Posts Tagged ‘Catholic Church’


Margaret Taylor-Ulizio on Being a Canon Lawyer

If the Catholic Church has canon law, there must be canon lawyers, right?! There are, and we were able to track down and invite Dr. Margaret Taylor-Ulizio to talk about her career path to canon law and what canon lawyers do. While canon law covers a wide range of issues from property rights to employment, we spend time talking about marriage nullity, which comes up with relative frequency and is something that Dr. Taylor-Ulizio has been specializing in recently.

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Andrew Chesnut on Santa Muerte

The cult of Santa Muerte is one of the fastest growing religious movements in the Western Hemisphere, yet little scholarly attention has been paid to it. Prof. Andrew Chesnut of Virginia Commonwealth University discusses what this folk saint is, how it emerged historically and recently, and how devotions are practiced.

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Steven Pfaff on the World of 1517

What did Europe look like economically, politically, and religiously on the eve of the Protestant Reformation? What broad historical trends facilitated the success Martin Luther’s schismatic break from the Catholic Church where others in the past had failed? Prof. Steve Pfaff (Sociology, University of Washington) discusses the factors spurring on the Protestant Reformation, sharing some of the most up-to-date research on how social movements spread.

The second in our series devoted to the people and events of the Protestant Reformation. Great for classroom use.

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Jim Papandrea on the Catholicism of Early Christianity

Protestants have often been critical of the Roman Catholic Church for adding on a number of traditions, rituals, and theologies that were not part of early Christianity. Prof. Jim Papandrea of the Garrett-Evangelical Seminary (Northwestern University) argues that many of these critiques are misplaced and that early Christianity was very Catholic (capital C) in nature. He discusses issues such as tradition, faith and works, the papacy, and veneration of the Saints. The conversation is very interesting given that Prof. Papandrea was once Protestant and is now Catholic, why Tony was once Catholic and is now Protestant. Ecumenical understanding is a theme running throughout our discussion.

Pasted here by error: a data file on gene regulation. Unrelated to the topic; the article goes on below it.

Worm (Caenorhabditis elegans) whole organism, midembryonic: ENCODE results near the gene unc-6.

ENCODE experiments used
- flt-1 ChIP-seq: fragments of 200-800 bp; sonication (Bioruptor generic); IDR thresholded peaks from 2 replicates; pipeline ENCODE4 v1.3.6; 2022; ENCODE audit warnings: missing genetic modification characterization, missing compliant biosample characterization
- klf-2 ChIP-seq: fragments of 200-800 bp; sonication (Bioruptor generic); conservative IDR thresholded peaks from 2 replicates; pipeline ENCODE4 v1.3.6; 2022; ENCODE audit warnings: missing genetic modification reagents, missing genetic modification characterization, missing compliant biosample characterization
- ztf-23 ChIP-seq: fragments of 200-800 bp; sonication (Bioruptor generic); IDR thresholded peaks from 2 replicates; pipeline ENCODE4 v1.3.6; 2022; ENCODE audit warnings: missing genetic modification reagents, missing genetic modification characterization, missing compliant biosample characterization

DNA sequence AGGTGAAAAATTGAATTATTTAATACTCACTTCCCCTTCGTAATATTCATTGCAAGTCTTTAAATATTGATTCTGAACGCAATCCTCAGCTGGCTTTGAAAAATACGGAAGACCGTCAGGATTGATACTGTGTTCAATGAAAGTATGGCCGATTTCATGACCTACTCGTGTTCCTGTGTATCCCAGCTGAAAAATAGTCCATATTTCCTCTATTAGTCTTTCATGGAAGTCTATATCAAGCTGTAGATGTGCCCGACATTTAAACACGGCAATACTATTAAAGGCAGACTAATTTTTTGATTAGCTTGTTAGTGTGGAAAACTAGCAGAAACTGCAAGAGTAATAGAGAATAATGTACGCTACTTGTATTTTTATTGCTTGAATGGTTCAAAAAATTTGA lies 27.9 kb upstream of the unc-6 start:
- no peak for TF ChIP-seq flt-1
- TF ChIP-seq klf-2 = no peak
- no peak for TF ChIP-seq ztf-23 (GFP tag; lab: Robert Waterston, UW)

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Christopher Hale on Religion & Protest in Mexico

Prof. Christopher Hale (U of Alabama) discusses how religion is connected to political protest in Mexico. Building upon some foundational work in the religious economies school, he explains how institutional decentralization and lay leadership fosters socio-economic activism. He also addresses the role of ideology and religious competition.

Check out our extensive archives of great episodes. There is sure to be something of interest to everyone there!

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Michael McConnell on Church Property Disputes